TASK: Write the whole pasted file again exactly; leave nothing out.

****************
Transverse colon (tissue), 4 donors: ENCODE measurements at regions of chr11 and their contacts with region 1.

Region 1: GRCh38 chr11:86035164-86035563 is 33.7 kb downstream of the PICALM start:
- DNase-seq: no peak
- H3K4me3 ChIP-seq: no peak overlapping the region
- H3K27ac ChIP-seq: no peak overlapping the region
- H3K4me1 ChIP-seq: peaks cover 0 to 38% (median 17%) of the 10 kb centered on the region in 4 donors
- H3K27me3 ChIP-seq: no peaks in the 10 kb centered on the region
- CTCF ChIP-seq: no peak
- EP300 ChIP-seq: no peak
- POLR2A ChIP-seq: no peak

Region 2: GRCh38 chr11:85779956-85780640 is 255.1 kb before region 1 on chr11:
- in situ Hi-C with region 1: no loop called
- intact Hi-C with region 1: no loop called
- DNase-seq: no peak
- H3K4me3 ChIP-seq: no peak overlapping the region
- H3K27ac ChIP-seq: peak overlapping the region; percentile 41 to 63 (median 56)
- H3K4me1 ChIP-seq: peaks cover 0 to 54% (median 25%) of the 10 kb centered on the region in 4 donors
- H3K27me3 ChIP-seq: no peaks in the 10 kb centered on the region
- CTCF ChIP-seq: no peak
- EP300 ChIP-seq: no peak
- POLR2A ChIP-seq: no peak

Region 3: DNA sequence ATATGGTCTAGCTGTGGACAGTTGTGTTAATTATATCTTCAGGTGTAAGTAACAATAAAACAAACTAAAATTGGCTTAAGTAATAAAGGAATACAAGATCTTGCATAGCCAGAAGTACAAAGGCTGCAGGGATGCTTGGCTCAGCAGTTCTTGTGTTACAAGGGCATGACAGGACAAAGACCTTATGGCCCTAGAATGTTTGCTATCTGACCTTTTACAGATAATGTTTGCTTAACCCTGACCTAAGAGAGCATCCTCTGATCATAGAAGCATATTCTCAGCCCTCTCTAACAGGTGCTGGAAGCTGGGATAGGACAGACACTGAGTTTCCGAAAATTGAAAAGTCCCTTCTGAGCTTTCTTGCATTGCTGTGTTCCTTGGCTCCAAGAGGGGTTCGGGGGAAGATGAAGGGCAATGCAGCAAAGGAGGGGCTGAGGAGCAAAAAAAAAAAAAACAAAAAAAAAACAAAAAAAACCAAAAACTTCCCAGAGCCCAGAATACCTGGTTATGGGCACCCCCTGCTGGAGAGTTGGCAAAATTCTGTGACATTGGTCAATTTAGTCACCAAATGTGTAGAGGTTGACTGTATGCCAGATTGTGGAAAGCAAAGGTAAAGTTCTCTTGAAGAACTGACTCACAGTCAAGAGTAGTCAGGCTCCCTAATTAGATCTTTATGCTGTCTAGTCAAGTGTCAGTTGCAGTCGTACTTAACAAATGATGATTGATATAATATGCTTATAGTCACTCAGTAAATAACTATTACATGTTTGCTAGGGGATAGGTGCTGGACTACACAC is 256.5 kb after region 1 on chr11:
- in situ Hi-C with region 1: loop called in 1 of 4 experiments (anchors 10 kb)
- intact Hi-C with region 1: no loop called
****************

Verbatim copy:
Transverse colon (tissue), 4 donors: ENCODE measurements at regions of chr11 and their contacts with region 1.

Region 1: GRCh38 chr11:86035164-86035563 is 33.7 kb downstream of the PICALM start:
- DNase-seq: no peak
- H3K4me3 ChIP-seq: no peak overlapping the region
- H3K27ac ChIP-seq: no peak overlapping the region
- H3K4me1 ChIP-seq: peaks cover 0 to 38% (median 17%) of the 10 kb centered on the region in 4 donors
- H3K27me3 ChIP-seq: no peaks in the 10 kb centered on the region
- CTCF ChIP-seq: no peak
- EP300 ChIP-seq: no peak
- POLR2A ChIP-seq: no peak

Region 2: GRCh38 chr11:85779956-85780640 is 255.1 kb before region 1 on chr11:
- in situ Hi-C with region 1: no loop called
- intact Hi-C with region 1: no loop called
- DNase-seq: no peak
- H3K4me3 ChIP-seq: no peak overlapping the region
- H3K27ac ChIP-seq: peak overlapping the region; percentile 41 to 63 (median 56)
- H3K4me1 ChIP-seq: peaks cover 0 to 54% (median 25%) of the 10 kb centered on the region in 4 donors
- H3K27me3 ChIP-seq: no peaks in the 10 kb centered on the region
- CTCF ChIP-seq: no peak
- EP300 ChIP-seq: no peak
- POLR2A ChIP-seq: no peak

Region 3: DNA sequence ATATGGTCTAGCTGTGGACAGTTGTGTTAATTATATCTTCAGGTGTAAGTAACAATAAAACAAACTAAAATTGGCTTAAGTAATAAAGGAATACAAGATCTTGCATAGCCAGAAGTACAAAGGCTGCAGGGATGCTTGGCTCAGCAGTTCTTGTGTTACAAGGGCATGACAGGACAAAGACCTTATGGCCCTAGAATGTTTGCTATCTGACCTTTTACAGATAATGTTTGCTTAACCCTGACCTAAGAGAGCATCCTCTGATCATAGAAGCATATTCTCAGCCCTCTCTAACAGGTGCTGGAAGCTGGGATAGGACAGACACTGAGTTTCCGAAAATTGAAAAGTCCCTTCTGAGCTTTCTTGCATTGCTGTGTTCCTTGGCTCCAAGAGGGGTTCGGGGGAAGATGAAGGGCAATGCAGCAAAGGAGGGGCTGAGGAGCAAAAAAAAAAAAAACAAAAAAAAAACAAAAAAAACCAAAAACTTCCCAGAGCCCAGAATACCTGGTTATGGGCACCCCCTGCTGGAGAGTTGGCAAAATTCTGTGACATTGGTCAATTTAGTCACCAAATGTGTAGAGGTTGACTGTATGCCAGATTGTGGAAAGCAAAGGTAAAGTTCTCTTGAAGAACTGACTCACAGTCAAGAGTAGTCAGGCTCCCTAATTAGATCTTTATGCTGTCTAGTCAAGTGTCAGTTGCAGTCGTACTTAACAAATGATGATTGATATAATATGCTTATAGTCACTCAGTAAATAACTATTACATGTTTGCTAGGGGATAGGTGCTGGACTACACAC is 256.5 kb after region 1 on chr11:
- in situ Hi-C with region 1: loop called in 1 of 4 experiments (anchors 10 kb)
- intact Hi-C with region 1: no loop called